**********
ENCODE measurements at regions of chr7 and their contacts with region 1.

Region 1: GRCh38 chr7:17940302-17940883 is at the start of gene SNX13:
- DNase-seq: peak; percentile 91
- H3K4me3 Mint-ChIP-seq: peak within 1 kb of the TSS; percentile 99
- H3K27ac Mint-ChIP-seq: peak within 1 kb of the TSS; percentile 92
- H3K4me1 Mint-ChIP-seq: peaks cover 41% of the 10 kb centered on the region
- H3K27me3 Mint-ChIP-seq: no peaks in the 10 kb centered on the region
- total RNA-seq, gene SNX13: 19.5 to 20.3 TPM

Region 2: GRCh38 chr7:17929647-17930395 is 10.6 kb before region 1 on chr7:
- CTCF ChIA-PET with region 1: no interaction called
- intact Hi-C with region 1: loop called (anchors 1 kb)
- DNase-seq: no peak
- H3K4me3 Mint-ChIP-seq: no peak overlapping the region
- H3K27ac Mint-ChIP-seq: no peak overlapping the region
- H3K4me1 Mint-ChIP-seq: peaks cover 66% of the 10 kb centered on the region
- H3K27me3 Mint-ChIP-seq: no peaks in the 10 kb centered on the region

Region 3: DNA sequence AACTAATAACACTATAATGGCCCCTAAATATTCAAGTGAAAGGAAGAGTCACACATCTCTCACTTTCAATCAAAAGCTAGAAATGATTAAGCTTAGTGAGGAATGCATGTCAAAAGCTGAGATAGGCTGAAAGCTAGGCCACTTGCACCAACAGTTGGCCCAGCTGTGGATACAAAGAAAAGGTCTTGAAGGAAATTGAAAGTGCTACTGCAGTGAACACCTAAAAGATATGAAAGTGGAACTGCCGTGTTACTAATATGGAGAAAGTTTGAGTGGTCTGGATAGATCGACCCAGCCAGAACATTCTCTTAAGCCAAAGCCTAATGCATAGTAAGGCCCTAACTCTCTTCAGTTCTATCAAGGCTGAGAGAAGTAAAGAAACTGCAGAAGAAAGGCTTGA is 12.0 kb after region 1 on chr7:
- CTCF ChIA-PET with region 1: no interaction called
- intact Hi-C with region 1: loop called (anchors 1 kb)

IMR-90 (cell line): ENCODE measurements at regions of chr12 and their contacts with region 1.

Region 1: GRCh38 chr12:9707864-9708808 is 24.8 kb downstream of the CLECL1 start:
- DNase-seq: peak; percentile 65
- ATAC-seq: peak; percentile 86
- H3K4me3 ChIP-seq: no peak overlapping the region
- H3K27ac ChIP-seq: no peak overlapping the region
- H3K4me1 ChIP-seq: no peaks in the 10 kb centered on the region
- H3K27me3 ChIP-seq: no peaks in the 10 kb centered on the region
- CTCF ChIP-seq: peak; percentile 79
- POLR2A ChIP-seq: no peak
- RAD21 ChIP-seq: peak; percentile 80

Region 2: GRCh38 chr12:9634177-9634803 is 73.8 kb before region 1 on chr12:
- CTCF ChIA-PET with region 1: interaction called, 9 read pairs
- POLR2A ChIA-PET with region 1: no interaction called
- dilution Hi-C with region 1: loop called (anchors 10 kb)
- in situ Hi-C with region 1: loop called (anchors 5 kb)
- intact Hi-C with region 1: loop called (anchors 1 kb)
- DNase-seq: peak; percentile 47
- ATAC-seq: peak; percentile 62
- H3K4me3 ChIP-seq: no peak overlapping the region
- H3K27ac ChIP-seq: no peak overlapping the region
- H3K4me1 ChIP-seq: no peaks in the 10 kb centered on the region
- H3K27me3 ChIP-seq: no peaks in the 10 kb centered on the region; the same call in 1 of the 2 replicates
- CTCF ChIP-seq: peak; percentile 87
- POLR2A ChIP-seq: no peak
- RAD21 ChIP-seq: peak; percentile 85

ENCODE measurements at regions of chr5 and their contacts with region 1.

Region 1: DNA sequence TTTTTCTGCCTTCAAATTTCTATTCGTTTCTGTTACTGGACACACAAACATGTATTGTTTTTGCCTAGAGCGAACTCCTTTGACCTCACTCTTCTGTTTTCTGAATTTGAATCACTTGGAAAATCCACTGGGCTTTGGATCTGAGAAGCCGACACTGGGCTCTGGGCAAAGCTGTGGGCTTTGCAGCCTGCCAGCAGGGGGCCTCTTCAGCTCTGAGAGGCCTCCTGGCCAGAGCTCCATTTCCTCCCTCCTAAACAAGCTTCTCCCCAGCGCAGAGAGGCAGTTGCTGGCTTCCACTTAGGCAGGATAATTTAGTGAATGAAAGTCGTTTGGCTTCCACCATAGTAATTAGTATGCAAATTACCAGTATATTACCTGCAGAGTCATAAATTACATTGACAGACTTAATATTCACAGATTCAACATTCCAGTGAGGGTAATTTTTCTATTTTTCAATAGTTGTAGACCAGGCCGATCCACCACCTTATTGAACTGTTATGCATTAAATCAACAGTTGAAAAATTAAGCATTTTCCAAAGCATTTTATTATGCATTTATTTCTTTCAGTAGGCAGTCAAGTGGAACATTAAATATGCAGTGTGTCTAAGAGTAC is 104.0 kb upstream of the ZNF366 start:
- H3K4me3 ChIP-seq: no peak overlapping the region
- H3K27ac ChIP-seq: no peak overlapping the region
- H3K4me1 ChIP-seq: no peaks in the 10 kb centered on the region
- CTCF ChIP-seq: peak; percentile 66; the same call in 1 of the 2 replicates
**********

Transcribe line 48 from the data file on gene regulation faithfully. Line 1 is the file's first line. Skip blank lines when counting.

- H3K4me3 ChIP-seq: no peak overlapping the region